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How academic, COVID-19 stress is affecting students differently – The Hill


Story at a glance


  • For a study published in Frontiers in Psychology, researchers looked at the relationship between perceived academic stress and mental well-being, how different groups experience stress, and how COVID-19 is impacting stress levels.

  • They found that perceived academic stress is felt intensely by non-binary and female students as well as by those in their second year of a four-year program. 

  • “The findings support prior studies that have shown that nonbinary adults face adverse mental health outcomes when compared to male- and female-identifying adults.” 

Both academic and COVID-19 stressors are impacting students’ mental well-being across the board, but new research finds the stress affects some groups more than others.  

For a study published in Frontiers in Psychology, researchers looked at the relationship between perceived academic stress and mental well-being, how different groups experience stress, and how COVID-19 is impacting stress levels. 

They found that perceived academic stress is felt intensely by non-binary and female students as well as by those in their second year of a four-year program. 

Rutgers University researchers surveyed 843 college students between the ages of 18 and 30, with participants representing each year of traditional study.  

Questions were drawn from the Short Warwick-Edinburgh Mental Well-Being Scale (SWEMWBS), which measures mental well-being alongside questions from the Perception of Academic Stress Scale (PAS).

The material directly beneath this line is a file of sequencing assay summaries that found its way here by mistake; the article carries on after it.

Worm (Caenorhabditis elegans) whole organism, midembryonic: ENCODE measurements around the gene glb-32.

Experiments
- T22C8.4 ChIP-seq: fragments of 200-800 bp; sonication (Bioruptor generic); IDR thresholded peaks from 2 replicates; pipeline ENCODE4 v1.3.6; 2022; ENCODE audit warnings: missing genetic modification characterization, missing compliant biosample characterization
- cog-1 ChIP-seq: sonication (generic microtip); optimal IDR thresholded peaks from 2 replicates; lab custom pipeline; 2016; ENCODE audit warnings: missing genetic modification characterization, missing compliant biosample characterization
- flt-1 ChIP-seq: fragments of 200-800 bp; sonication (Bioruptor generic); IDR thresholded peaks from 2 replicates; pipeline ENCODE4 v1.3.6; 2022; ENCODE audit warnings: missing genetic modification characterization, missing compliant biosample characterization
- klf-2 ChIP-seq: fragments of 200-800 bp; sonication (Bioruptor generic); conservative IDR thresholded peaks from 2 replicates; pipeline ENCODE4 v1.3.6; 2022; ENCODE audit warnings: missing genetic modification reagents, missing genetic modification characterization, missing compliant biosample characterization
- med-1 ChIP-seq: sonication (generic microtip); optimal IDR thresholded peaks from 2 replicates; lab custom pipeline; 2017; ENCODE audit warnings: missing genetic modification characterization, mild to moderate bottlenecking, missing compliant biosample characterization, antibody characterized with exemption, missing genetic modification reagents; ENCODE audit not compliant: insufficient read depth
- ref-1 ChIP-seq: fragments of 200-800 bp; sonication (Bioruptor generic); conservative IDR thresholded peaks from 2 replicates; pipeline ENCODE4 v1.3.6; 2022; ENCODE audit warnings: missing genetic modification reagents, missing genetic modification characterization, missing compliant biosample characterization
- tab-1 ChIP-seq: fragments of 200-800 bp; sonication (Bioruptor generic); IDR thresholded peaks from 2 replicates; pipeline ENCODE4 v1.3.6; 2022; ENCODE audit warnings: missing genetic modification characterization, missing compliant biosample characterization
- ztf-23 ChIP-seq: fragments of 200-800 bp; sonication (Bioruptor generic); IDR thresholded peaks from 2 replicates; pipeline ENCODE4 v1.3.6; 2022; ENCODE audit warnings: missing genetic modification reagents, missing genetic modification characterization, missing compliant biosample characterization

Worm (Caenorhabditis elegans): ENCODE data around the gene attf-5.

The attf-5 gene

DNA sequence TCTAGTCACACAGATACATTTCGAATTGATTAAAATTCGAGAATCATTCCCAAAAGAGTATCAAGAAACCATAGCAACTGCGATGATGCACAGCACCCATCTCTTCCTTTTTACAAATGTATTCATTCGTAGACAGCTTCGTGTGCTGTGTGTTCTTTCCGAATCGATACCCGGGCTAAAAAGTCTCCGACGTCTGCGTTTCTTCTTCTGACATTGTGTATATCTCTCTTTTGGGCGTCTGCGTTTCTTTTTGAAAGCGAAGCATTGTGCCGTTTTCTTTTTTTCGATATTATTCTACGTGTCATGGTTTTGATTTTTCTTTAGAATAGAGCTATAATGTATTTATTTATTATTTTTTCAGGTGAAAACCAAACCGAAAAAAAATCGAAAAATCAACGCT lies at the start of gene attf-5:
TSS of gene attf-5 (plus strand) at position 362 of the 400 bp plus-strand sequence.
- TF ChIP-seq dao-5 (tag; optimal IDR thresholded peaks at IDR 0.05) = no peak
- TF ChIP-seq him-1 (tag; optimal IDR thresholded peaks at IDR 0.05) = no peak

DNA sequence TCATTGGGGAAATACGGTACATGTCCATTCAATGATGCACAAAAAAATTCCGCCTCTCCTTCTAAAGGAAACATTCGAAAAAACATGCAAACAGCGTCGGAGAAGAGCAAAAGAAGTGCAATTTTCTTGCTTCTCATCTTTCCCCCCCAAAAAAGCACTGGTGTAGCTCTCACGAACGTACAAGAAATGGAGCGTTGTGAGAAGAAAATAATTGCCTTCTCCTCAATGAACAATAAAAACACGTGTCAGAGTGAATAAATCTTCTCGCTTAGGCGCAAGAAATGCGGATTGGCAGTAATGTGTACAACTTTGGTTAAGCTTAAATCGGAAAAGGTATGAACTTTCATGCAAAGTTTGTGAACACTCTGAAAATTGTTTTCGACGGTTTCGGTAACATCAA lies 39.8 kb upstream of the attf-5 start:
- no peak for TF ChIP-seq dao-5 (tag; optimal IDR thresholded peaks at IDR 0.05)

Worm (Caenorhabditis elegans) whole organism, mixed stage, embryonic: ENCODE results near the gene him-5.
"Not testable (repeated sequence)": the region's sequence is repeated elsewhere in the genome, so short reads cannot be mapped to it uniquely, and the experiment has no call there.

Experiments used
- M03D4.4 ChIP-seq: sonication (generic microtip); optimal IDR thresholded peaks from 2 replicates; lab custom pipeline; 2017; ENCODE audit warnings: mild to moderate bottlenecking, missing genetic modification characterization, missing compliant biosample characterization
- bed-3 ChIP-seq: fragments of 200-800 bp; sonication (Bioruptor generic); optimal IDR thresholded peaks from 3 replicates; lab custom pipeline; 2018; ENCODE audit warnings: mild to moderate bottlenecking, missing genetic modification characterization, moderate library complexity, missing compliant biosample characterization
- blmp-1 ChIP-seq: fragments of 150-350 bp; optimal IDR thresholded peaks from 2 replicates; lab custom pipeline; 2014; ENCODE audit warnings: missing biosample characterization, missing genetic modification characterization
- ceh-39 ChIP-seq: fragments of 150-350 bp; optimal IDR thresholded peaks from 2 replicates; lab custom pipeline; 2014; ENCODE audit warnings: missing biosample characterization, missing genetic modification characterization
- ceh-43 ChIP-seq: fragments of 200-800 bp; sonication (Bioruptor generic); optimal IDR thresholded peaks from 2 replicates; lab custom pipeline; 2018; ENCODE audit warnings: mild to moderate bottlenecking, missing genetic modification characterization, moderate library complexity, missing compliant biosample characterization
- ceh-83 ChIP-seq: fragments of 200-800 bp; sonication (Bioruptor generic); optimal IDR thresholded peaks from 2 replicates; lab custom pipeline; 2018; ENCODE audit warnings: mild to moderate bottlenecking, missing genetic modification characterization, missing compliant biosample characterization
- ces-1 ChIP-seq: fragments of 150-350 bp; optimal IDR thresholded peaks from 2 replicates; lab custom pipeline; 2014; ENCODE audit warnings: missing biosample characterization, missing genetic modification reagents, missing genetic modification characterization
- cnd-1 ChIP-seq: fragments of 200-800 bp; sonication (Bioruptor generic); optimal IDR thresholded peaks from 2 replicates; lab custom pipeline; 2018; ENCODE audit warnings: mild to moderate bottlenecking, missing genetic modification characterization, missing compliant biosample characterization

“This study shows that college students are not uniformly impacted by academic stress or pandemic-related stress and that certain groups should be offered additional resources and support,” study author Xue Ming, a professor of Neurology at Rutgers New Jersey Medical School, said in a media release

“The findings support prior studies that have shown that nonbinary adults face adverse mental health outcomes when compared to male- and female-identifying adults.” 

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Researchers noted that second-year students were likely impacted by the dual stressors as they take on more rigorous course loads and might be shifting majors.  

Ming said the study results might instruct colleges to target resources for these particularly affected groups while destigmatizing mental health issues.  

“Colleges should consider offering tailored mental health resources to these groups to improve students’ stress levels and psychological well-being,” Ming said. 

 “To raise awareness and destigmatize mental health, colleges can distribute confidential validated assessments, such as the PAS and SWEMWBS, in class and teach students to self-score so they can monitor their stress and mental well-being.” 

Published on Aug. 10, 2022





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